Published in PC Hardware

64-bit chips will dominate the mobile landscape

by on12 March 2014

1.12 billion units by 2018

The first 64-bit mobile SoC appeared last year, in the form of Apple's extremely successful Cyclone core, used in the A7 application processor. Although 64-bit support was dismissed as a marketing gimmick in some circles, and to some extent, the floodgates have opened and we're about to see a torrent of 64-bit chips in smartphones and tablets.

Apple has them, and so does Qualcomm. MediaTek isn't far behind and neither is Nvidia. Intel has nothing but 64-bit parts on its mobile roadmaps. The first devices based on this new chips are coming soon, with Intel as a notable exception - its 64-bit parts have been around for a while.

ABI Research expects shipments of 64-bit mobile processors to exceed 182 million units this year and 20 percent of them will end up in Android devices. The rest will be divided up by Apple and Intel, which hopes to ship 40 million Bay Trail tablet parts this year. Apple should account for 100 to 120 million. ABI Research points out that many 64-bit chips announced over the past few weeks are aimed at the mid-range market rather than the high-end.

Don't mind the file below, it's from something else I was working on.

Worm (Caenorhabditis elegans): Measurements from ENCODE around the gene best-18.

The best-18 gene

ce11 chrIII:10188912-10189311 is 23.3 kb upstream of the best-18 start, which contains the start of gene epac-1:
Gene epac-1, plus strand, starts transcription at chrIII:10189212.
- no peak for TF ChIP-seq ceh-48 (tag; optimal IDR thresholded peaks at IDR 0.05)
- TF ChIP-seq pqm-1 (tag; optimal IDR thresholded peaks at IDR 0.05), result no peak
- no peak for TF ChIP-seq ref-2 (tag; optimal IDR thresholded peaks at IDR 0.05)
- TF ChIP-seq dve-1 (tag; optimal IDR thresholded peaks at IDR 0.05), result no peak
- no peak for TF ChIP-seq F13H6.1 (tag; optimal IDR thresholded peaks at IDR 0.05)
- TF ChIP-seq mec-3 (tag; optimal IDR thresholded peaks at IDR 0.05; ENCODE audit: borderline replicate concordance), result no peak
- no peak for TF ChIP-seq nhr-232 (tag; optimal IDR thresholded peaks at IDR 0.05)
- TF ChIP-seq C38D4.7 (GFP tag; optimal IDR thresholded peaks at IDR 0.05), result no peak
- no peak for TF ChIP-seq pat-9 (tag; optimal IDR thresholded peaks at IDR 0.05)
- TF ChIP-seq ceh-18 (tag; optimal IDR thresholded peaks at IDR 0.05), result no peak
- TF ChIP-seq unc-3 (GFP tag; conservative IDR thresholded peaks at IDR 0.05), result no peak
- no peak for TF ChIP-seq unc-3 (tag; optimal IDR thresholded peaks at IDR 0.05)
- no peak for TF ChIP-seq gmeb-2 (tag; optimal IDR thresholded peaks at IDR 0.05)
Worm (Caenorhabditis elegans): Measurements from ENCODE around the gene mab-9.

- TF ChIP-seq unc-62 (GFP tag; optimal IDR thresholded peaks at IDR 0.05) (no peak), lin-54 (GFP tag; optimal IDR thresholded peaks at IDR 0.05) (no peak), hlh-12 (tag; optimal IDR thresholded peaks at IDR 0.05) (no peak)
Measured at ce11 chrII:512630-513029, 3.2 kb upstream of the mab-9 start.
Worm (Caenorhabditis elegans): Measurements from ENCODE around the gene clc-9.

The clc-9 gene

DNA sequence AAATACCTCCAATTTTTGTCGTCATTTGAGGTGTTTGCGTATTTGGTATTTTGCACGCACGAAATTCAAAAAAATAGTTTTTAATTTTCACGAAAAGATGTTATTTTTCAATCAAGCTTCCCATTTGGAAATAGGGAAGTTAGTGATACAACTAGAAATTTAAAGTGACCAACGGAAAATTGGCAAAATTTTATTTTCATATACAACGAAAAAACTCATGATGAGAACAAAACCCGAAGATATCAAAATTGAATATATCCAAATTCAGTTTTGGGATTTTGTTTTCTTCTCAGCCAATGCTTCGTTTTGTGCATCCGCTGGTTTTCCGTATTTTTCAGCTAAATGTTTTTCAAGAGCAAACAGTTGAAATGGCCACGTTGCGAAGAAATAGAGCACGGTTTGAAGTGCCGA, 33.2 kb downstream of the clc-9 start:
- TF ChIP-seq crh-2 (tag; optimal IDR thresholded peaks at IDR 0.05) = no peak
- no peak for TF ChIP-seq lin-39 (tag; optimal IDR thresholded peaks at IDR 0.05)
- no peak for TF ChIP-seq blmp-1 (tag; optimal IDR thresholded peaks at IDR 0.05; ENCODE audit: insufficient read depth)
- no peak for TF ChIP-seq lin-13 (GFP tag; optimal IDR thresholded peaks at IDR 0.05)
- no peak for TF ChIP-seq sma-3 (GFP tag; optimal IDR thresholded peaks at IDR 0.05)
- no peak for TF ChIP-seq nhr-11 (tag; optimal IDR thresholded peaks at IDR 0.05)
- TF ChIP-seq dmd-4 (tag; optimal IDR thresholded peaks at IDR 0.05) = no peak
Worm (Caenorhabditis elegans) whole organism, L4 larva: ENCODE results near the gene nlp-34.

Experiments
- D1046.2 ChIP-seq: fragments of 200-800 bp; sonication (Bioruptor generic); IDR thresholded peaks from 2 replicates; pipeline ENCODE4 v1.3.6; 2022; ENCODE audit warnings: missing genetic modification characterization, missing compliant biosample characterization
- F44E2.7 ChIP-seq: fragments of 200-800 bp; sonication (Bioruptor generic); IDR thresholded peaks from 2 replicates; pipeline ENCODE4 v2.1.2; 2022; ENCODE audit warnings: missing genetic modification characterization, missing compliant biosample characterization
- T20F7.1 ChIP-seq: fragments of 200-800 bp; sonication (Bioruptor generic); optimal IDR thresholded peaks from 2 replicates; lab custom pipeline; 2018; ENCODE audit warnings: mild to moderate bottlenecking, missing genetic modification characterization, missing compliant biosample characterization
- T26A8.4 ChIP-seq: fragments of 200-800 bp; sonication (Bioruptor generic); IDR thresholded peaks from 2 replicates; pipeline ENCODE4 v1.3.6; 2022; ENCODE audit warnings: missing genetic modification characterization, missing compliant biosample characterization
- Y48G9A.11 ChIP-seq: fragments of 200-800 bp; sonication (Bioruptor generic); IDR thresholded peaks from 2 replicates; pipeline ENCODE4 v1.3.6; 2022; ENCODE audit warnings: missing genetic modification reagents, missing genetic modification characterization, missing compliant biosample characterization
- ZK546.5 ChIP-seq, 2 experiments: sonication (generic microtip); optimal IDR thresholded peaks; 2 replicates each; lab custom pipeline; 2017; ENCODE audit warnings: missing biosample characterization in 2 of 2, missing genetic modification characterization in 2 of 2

“A number of early adopters will initially use 64-bit as a catchy marketing strategy to easily communicate differentiation using ‘more-is-better’ adage previously used for promoting performance in the multi-core processor race,” said Malik Saadi, practice director at ABI Research. “This is not to say that 64-bit processing will not add any significant value to the Android sphere but the benefits of this technology will become apparent only when its implementation over Android matures.”

In other words - Android is still not ready for 64-bit parts. Many industry watchers believe Android 5.x will be the first Android version with proper 64-bit support. Luckily that shouldn't take too long.

By 2018 shipments of 64-bit parts should exceed 1.12 billion units, representing 55 percent of the market. Android devices will account for about 60 percent of these shipments, while iOS and Windows devices will account for 30 and 9 percent respectively.

The latter figure is interesting, as it deals solely with Windows devices, most of which have to use x86 chips. Therefore ABI believes x86 parts will have a 10 percent share of the market by 2018. This is not very good news for Intel, let alone AMD. The share is going up, but just 10 percent divided up by Intel and AMD doesn't sound like much.

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